Through the online survey similarly large proportions of students stated that they were:
The results arising from the paper-based survey showed similarly positive responses.
Other interesting responses (received through the online survey) included:
Again, these response rates were mirrored in the paper-based survey.
Additionally, a significant majority of students stated that the experience of peer assessment had improved or much improved their skills in peer appraisal (77.7%) and self reflection/appraisal (72.6%) skills.
In measuring the impact of peer assessment a small majority expressed the opinion that it had had a positive impact upon overall performance (54%) and the standard of the work produced (53.4%). By comparison only 3.1% of respondents felt that it had had a negative impact. (The question of impact had not been included on the paper-based survey).
The generally positive attitudes towards peer assessment found at Loughborough University students were more or less reflected in the survey conducted at Leeds, although this survey used a different set of questions.
Here a significant majority (90%) of students described the use of peer assessment as “fairer”, with 92% of respondents of the opinion that they had assessed their peers’ work fairly, and 80% feeling that their own contribution had been fairly marked.
Other notable results included a majority of students (63%) who felt that they learned more when team work was peer assessed, and a significant minority (46%) who felt they contributed more when work was peer assessed.
In response to the question “to what extent do you think that peer assessment should affect a student’s mark for the peer assessment assignment?” it was interesting that, despite the overwhelmingly positive responses noted above, that a significant majority of students (70%) felt that peer assessment should not contribute more than 40% of the total marks allocated, with half of these feeling of the opinion that the contribution should be less than 10%.
This survey invited free comment which allowed students to touch upon a number of issues, with the issues of feedback, anonymity, and fairness being readily discussed. Notable comments included:
The surveys at each of the institutions involved touched upon – to a greater or lesser extent – the students’ experience of using WebPA.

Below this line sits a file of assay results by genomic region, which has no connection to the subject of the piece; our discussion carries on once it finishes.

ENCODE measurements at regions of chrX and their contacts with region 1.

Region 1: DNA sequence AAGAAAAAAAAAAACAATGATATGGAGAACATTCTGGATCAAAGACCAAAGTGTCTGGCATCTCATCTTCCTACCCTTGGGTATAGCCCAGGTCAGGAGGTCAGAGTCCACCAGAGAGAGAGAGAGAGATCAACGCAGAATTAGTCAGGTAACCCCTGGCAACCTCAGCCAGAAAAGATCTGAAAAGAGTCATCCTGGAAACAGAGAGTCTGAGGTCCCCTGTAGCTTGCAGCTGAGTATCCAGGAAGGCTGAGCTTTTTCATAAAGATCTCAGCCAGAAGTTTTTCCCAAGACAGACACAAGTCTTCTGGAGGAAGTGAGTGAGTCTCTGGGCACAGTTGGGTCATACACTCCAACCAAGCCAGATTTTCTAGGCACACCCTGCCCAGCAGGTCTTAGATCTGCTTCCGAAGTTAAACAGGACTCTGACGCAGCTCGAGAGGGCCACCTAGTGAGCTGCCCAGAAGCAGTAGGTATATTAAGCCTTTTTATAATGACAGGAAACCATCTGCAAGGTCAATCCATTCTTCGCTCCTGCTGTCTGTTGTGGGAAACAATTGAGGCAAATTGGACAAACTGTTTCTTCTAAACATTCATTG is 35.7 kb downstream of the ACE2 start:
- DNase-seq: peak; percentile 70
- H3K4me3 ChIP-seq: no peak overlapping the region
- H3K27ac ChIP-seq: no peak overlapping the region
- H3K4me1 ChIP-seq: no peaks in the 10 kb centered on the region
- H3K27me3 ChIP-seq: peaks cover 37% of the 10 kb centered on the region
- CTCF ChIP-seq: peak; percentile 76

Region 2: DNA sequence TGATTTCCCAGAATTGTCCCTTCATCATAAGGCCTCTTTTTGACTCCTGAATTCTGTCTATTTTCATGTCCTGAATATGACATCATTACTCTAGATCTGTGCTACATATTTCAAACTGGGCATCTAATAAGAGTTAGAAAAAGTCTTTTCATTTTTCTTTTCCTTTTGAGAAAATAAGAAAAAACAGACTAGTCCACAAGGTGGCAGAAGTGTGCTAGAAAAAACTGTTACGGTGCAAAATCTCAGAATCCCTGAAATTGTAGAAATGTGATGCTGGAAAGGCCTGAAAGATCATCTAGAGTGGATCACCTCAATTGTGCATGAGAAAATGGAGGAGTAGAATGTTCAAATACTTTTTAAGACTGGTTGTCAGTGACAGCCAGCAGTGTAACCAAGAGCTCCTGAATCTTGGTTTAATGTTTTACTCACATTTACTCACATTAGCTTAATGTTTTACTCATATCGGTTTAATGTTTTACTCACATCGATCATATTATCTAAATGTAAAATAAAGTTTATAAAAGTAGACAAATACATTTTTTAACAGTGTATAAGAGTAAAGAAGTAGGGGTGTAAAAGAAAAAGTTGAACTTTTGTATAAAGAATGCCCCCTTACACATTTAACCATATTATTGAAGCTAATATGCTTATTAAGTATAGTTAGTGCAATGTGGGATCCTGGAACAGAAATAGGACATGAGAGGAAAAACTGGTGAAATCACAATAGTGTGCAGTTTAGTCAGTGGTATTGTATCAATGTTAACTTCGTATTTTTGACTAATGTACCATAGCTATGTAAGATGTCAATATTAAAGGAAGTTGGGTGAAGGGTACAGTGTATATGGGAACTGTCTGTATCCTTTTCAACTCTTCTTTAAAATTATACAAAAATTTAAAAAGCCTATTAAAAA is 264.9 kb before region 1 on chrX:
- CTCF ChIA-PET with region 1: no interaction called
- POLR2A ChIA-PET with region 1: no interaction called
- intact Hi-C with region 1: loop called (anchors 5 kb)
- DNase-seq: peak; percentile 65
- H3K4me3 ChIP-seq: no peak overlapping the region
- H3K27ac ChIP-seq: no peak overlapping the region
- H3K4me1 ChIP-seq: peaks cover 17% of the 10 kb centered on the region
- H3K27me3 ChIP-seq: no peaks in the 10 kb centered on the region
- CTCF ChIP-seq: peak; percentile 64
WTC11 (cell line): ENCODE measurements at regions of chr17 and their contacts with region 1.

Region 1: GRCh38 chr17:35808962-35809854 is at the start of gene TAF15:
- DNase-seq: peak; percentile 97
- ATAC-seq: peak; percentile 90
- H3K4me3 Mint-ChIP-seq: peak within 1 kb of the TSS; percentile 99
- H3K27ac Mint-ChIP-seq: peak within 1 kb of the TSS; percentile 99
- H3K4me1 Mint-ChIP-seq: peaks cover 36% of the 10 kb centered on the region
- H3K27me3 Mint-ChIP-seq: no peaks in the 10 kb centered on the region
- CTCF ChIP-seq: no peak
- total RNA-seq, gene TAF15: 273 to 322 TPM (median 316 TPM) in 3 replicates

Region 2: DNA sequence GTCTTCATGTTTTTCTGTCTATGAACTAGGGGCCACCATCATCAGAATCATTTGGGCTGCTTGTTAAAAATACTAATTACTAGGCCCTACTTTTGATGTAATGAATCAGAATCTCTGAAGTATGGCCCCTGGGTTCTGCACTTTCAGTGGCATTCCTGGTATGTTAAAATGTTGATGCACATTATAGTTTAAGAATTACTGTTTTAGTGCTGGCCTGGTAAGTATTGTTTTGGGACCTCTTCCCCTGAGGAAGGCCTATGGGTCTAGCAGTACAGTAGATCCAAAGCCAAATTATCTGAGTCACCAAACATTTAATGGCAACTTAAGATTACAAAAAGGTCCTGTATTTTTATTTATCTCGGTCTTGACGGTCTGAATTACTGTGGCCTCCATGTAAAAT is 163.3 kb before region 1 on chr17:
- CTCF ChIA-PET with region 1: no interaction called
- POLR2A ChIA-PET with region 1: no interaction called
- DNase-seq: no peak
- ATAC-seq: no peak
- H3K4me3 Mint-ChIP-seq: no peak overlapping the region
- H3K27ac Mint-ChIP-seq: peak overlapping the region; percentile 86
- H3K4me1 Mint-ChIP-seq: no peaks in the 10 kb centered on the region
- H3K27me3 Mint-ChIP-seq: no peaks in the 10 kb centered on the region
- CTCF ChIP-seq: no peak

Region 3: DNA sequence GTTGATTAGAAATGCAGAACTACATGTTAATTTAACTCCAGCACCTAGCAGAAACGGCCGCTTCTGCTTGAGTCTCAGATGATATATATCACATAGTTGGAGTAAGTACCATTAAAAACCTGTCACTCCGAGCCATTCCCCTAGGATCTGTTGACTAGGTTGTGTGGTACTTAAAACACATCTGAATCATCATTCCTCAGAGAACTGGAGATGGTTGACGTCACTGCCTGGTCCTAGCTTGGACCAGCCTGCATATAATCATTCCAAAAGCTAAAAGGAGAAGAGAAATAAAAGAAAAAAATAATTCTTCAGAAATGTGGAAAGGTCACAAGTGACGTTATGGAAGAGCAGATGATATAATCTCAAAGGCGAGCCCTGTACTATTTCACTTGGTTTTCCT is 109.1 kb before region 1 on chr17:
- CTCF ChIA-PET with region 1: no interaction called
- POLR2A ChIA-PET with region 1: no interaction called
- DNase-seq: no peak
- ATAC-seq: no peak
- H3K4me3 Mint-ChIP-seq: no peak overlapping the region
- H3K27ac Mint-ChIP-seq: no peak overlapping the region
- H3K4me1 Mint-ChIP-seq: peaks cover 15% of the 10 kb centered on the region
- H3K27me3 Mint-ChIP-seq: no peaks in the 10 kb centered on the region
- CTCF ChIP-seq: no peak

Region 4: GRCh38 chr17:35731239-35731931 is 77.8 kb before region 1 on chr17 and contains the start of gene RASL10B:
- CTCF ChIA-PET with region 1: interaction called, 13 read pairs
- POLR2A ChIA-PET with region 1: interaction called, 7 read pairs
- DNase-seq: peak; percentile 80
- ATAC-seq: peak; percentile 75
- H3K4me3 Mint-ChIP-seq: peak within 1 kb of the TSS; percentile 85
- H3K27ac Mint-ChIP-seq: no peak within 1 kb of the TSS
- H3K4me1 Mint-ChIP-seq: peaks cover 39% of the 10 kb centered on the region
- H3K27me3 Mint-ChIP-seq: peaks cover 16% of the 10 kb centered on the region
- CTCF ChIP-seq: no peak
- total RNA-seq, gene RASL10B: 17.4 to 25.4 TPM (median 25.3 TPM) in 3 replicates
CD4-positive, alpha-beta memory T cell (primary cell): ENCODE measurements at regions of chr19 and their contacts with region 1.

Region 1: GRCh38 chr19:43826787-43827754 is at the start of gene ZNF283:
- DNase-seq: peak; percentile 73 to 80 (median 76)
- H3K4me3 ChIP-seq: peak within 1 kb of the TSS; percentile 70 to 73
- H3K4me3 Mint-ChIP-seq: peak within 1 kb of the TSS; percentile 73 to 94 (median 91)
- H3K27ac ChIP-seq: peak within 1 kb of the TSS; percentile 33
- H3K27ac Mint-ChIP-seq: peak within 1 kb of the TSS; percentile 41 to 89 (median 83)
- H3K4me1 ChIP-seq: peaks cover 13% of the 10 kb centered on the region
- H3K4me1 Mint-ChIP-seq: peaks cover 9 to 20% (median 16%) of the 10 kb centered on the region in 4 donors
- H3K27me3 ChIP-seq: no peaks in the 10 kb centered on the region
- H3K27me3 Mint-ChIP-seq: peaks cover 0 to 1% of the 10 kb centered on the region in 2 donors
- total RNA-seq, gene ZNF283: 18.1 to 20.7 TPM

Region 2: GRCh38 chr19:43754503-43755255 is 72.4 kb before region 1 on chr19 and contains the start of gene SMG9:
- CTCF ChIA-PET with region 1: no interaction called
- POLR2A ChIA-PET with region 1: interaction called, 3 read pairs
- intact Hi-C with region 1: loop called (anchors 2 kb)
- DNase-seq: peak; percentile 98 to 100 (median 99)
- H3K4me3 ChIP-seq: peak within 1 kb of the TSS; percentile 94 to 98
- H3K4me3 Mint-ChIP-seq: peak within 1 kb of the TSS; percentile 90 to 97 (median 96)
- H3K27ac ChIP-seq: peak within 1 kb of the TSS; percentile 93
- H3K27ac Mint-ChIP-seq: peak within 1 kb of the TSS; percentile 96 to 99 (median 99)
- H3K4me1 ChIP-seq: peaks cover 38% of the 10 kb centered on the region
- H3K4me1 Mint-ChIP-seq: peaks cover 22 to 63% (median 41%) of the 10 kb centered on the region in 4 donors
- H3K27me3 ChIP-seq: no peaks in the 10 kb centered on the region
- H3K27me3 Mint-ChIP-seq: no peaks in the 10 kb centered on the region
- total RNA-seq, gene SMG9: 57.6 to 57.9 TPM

Students commented favourably upon the ease of using WebPA to record their self and peer assessment. The larger of the Loughborough surveys resulted in an overwhelming majority of respondents agreeing with the statements:
In addition, only a relatively small proportion of respondents (25.7%) felt they needed to use the ‘“Help’” option within WebPA when completing their assessment.
The majority of students responding to the Loughborough survey (54.3%) remarked that, given the choice, they would like to use WebPA in other modules on their course.
Similarly positive responses were given by those surveyed at the University of Leeds and the University of Hull.
At Hull, the 2 two cohorts of students surveyed after using WebPA commented that it was easy to understand and apply the marking scheme (92% and 97%). Similarly positive responses were provided as to the fairness of the marking scheme applied (84% and 91%). A good positive conclusion from the survey at Hull was that there was “no negative impact on the students’ enjoyment of group work” arising from using WebPA.
At Leeds, students commenting on the use of WebPA to record self and peer assessment noted that it was “easy” to provide assessment of their peers (80%), and that the prompts provided allowed them to comment on all relevant aspects of their peers’ contributions (84%).
In reviewing the surveys conducted it should be noted that, as different surveys were conducted at each of the three institutions involved in the evaluation exercise, that comparisons are difficult.
Nevertheless, the relatively large sample sizes involved at both Loughborough and Hull, and the commonality and strength of responses received, allow us to draw key conclusions from the data arising with a high degree of confidence in their reliability.
These conclusions are that: